Corruption and the lack of transparency in Hungary’s economy are widely considered a given but have now become significant factors in hindering the country’s growth. The Budapest Business Journal held its 2010 Business Forum with the purpose of presenting the thoughts of distinguished panelists (summarized below) who have positive, forward-looking ideas on how businesses in this country can clean up their act.
managing director, CNS Europe, president,
Canadian Chamber of Commerce in Hungary
▶ Transparency and corruption are always sensitive issues that are difficult to discuss. At the same time we as the chambers active in Hungary have a responsibility to take action and improve conditions for our members and the national economy. So as the head of the CCCH I am inviting the other chambers to jointly develop a code of ethics that we could abide by with the aim of promoting transparency in how business is done in Hungary.
I am hoping that when we get together one year from now we will have good progress to report.
executive director, Transparency International Hungary
▶ It takes two to tango. Campaign financing has long been one of the main problems in Hungary, which is directly linked to corrupt practices in the business sector. Until this fundamental aspect changes we cannot expect things to improve. The most important thing for businesses is to say no. I know this is difficult given the conditions the private sector faces and that it does not carry any immediate benefits, but this attitude will definitely pay off in the long term.
Counselor, Head of Economic Department,
German Embassy in Budapest
▶ If someone had to choose between going to the dentist and going through the bureaucracy of acquiring a permit, surprisingly many people would opt for the former. The level of administrative hurdles that persist are proving to be a major obstacle in the continued development of businesses. In particular small and middle enterprises which play a very important part in the overall output of the economy are affected. Simplifying the conditions could greatly benefit them and improve their competitiveness.
BCCH Council Member Senior Lawyer
CMS Cameron McKenna LLP
▶ I have experienced many times that the lack of transparency in Hungary has become a deterrent for foreign companies to invest in the country. Although we are not doing too bad, legislation is often drafted and ratified hastily, without due preparation. This frequently leads to problems and loopholes that can be exploited. The judiciary system also plays a role through being somewhat out of touch with commercial reality. The current state of legislation is leading to less rather than more transparency without which investors will likely stay away.
Chief Public Prosecutor of Budapest, retired
▶ It is commonly accepted that corruption takes place everyday in the public sphere, but the definition of this concept is far from clear. There is a line between what is actually corruption in the legal sense and what could be considered by the public to be immoral. The distinction differs from country to country. In the OECD’s anti-corruption pact smaller gifts given to encourage employees to assist are actually legal. Perfect regulation is probably impossible, but good regulation can only be facilitated with adequate professional knowledge and wisdom.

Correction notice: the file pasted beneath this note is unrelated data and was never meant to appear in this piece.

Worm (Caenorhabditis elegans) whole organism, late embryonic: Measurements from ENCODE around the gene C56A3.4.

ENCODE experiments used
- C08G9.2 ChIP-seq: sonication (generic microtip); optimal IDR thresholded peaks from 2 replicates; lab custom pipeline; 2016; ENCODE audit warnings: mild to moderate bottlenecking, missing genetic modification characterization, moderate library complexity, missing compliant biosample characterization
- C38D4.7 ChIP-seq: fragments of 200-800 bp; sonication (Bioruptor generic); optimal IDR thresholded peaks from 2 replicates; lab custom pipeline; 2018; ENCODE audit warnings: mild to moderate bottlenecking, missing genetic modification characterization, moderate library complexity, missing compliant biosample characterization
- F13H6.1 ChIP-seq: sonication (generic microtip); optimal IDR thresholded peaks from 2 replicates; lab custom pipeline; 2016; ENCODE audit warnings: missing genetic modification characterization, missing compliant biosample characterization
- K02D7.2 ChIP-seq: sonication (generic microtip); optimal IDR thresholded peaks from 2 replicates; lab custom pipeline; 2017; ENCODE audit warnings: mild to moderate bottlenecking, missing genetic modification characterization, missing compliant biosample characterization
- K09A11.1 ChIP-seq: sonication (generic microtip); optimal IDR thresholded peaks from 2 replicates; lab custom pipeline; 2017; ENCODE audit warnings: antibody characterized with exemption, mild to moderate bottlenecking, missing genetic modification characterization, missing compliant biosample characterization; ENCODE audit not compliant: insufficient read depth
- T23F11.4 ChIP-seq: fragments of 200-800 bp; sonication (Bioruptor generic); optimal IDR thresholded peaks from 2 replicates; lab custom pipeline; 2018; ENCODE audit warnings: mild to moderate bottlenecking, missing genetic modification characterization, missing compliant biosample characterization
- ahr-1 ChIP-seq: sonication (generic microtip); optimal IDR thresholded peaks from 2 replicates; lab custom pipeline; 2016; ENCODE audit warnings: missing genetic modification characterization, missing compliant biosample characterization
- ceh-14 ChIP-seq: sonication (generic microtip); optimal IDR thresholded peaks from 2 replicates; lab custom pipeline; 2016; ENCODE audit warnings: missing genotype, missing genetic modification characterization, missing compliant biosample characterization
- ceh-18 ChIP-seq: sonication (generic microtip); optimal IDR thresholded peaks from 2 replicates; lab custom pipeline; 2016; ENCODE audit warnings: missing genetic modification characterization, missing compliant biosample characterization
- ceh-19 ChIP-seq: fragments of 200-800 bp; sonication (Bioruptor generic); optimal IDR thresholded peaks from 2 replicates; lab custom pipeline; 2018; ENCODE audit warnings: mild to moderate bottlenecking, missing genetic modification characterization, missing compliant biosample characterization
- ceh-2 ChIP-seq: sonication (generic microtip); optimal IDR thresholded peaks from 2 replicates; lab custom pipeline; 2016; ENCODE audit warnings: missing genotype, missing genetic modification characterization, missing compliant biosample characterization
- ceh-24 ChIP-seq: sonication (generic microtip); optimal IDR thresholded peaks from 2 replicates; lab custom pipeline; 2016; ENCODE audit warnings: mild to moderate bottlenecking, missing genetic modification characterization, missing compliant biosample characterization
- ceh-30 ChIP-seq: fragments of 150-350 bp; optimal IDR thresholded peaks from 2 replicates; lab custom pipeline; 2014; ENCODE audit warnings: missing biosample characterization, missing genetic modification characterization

managing director, Joint Venture Association
▶ Hungary could only achieve success if corruption is forced back in every level of the economy and greater transparency is achieved. The system needs to be revised, personal responsibilities must be defined and better tools for enforcement introduced. In order to advance Hungary’s economic progress the Joint Venture Association has compiled a proposal on changes that should be made to the tax system, which would give businesses the chance to grow and be more competitive.
Partner, KPMG, Forensic, Central and Eastern Europe
▶ The lack of transparency affects not only the state but also businesses and can profoundly impact how transactions in everyday business go. Companies creating structures that are transparent can have great benefits and it also serves the best interests of the public. For instance, it can guarantee fairness in the evaluation of various tenders. However, transparency starts with the individual. It is important for people in business to not even consider resorting to non-transparent channels.
Liliana de Sá Kirchknopf
Head of the Swiss Contribution Office
Embassy of Switzerland
▶ The Swiss Contribution Office has long been a proponent of transparency in public procurement through supporting public institutions that conduct their procedures in observance of transparency principles. We are also promoting best practices from other countries, such as the introducing of the integrity pact under which a company commits itself to fully conduct its activities transparently, or a public negative list of those companies that have been found complicit in corruption.
of counsel, Ferenczy Gide Loyrette Nouel
▶ The laws against money laundering and other business-related illegal practices are a necessity but they also put the legal profession in a difficult situation. The regulatory environment we live in basically requires reporting on almost all transfers of money for business purposes and the lawyers are called on to release their clients’ confidential information. This is highly problematic in a field that is built on confidentiality between client and attorney and could lead to serious issues in how business is done.